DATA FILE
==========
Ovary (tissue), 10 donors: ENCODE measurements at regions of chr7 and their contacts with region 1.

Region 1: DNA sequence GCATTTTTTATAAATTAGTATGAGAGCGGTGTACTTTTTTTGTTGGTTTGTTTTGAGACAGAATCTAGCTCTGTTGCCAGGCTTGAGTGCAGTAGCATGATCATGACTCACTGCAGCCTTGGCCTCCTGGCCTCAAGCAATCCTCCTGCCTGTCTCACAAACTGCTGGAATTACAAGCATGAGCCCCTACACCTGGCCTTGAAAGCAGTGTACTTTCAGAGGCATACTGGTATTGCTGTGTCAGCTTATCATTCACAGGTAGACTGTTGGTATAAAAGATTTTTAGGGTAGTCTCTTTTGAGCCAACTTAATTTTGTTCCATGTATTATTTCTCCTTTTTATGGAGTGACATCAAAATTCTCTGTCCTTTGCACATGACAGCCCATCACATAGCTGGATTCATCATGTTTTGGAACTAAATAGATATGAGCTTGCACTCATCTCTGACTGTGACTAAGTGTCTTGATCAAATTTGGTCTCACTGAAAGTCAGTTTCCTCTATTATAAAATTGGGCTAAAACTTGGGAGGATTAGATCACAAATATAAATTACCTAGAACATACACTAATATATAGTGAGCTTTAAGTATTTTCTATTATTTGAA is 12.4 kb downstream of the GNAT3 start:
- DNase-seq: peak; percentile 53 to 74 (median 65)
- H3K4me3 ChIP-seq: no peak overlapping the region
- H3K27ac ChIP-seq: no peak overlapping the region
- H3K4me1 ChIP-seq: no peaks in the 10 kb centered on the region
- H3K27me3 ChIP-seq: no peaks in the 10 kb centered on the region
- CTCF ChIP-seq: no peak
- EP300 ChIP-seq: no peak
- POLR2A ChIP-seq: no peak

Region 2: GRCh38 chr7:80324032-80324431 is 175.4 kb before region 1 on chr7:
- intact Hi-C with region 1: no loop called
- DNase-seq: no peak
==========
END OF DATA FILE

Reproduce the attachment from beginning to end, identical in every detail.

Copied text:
Ovary (tissue), 10 donors: ENCODE measurements at regions of chr7 and their contacts with region 1.

Region 1: DNA sequence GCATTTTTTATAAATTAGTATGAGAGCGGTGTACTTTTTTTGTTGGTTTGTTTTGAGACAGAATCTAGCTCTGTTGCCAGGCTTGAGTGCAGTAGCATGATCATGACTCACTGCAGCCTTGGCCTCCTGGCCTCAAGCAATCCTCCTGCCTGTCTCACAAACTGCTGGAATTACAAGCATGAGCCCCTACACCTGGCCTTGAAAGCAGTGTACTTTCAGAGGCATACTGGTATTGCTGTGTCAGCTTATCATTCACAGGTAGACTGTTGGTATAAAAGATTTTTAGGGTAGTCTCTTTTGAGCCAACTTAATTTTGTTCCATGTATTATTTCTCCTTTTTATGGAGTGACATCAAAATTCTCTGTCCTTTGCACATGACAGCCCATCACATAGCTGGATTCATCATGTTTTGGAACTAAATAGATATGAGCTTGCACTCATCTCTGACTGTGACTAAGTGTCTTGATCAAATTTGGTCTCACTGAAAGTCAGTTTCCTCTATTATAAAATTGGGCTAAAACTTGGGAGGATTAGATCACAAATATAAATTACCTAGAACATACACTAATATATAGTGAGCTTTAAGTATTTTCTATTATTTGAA is 12.4 kb downstream of the GNAT3 start:
- DNase-seq: peak; percentile 53 to 74 (median 65)
- H3K4me3 ChIP-seq: no peak overlapping the region
- H3K27ac ChIP-seq: no peak overlapping the region
- H3K4me1 ChIP-seq: no peaks in the 10 kb centered on the region
- H3K27me3 ChIP-seq: no peaks in the 10 kb centered on the region
- CTCF ChIP-seq: no peak
- EP300 ChIP-seq: no peak
- POLR2A ChIP-seq: no peak

Region 2: GRCh38 chr7:80324032-80324431 is 175.4 kb before region 1 on chr7:
- intact Hi-C with region 1: no loop called
- DNase-seq: no peak